Please note, I'm not claiming to be an expert here. I'm still VERY much learning how to be a good writer, and I don't really have much in the way of publishing credentials under my belt. That said, I've been writing seriously (working toward the goal of professional publication) for several years now, which is longer than many people.

So, in keeping with the theme I've been trying to establish over the past few posts, here are a few tips I offered someone the other day, when they asked how they could measure their productivity and continue to make forward progress with their work. This is by no means "expert advice," but it's worked for me over the years.

"Each person will measure "productivity" in different ways. As each one of us are different people, so each one of us will be different writers. Our level of "productivity" will vary.

For now, don't worry about "getting published." For every writer who's just starting out (and yes, having just finished your first novel, you're still just starting out), that's a long ways down the road. Realizing that can be discouraging. So don't focus on that. Some tips:

1.) You don't have to write every single day. In fact, I would advise NOT writing every single day. Your brain/mind/imagination needs a break every now and then. Holding yourself to unrealistic expectations will burn you out in short order.

2.) With the above in mind, you SHOULD try to formulate some sort of writing schedule. It doesn't have to be super ambitious to start with. Figure out what time of the day works best for you, and allot yourself a certain amount of time to write. Or, you can establish a word count goal. You may not achieve this goal every single time. That's okay. The main thing is, you got SOMETHING done.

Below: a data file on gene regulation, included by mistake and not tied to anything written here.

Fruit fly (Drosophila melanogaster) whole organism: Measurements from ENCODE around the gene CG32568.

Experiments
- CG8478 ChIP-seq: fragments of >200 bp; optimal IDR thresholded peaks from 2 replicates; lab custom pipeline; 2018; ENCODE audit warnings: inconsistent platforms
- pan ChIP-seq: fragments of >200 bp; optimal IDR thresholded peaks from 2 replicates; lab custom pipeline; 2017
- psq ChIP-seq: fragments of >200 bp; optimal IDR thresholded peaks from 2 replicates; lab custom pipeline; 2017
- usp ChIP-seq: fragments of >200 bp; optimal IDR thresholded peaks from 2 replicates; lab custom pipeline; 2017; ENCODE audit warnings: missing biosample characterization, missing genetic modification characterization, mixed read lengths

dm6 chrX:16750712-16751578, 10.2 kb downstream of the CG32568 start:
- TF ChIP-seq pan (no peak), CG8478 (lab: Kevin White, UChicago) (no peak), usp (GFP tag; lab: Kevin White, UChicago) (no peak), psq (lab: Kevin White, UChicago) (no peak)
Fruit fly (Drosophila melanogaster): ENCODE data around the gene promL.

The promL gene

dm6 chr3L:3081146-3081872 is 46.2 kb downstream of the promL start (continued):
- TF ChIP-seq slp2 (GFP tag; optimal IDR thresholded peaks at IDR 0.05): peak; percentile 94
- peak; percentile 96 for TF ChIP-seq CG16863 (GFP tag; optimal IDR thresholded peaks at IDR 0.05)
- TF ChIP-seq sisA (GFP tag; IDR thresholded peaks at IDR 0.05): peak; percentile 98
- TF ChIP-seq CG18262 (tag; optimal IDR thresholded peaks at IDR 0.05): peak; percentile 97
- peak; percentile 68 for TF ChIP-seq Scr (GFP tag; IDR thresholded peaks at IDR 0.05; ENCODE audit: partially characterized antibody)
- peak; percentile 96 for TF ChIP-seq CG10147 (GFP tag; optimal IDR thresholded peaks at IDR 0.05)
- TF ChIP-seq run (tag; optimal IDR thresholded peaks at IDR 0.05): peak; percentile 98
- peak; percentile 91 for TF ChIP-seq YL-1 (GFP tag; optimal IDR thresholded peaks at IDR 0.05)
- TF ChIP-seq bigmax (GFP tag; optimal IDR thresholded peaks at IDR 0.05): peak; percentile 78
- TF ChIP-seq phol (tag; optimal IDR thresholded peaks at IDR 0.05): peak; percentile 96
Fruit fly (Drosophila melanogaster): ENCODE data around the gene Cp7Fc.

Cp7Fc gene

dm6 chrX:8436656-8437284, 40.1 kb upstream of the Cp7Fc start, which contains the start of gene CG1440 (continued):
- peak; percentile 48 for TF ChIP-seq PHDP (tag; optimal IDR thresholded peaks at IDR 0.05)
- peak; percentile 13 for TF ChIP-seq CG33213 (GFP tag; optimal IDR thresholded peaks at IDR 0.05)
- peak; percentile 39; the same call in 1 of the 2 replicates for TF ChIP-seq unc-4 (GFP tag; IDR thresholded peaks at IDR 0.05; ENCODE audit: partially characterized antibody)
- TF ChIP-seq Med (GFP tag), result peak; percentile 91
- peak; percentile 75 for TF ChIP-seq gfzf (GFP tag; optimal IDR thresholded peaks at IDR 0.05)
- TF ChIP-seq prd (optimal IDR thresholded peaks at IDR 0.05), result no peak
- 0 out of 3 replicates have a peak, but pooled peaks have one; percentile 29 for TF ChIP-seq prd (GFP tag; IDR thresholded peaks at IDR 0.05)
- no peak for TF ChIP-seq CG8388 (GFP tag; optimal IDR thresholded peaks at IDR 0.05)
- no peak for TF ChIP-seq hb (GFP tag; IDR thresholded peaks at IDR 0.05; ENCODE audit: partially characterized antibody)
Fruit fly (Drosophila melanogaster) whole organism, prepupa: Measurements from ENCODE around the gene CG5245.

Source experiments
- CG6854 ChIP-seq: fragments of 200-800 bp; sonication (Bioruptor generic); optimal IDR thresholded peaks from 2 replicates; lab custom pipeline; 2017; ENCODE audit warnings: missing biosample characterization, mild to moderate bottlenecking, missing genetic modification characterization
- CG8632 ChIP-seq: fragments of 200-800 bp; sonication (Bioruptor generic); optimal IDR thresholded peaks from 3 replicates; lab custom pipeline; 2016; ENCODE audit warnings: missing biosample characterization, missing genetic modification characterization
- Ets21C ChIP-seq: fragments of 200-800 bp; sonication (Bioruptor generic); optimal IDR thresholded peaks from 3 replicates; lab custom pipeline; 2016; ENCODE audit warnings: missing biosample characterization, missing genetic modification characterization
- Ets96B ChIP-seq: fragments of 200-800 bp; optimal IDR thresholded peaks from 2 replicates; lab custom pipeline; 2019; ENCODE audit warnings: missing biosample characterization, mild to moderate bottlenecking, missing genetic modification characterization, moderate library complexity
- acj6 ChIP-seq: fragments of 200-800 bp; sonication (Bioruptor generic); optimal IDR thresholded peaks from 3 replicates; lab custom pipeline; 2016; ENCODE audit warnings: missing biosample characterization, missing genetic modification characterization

3.) Stick to your schedule, as closely as you can with normal, everyday life. If you've already done your writing for the day, don't feel pressured to go back and write MORE. On the flip side, if you haven't done your writing for the day, you really should sit down and hack out at least a couple hundred words. You may not feel like it at the time (I frequently don't), but after you do it, you'll feel better for having done it. Also, you'll likely be more motivated to do it the next day.

Some people disagree with me on this point. "If I don't feel like writing, I can't force it. Whatever I write will be junk." Hey, let's face it, everything we write on a first draft is going to need revision ANYWAY, whether we forced it or we were the most inspired we've ever been. At least now you have it ON PAPER and that gives you something to work with.

4.) Find what motivates you to keep your schedule. For me, I keep track of how long I worked on my WIP each day, how many words I wrote, and how close I am to my final word count goal. Why? I'm motivated by charting my progress. I can SEE that I'm making ground, even when it may feel like I'm spinning my wheels. "Yesterday I was 53% of the way there. Today I'm 55% of the way there." May not seem like much. But don't worry. Tomorrow it'll be 56% or more!

I hope these tips help. They've worked for me. I've finished two novels and am working on a third, not to mention numerous attempts at query letters and synopsis writing. I've also finished a couple shorts. People are reading my stuff, so even though I'm not yet "professionally" published, it's progress!"

That's it for this time. Thanks for reading!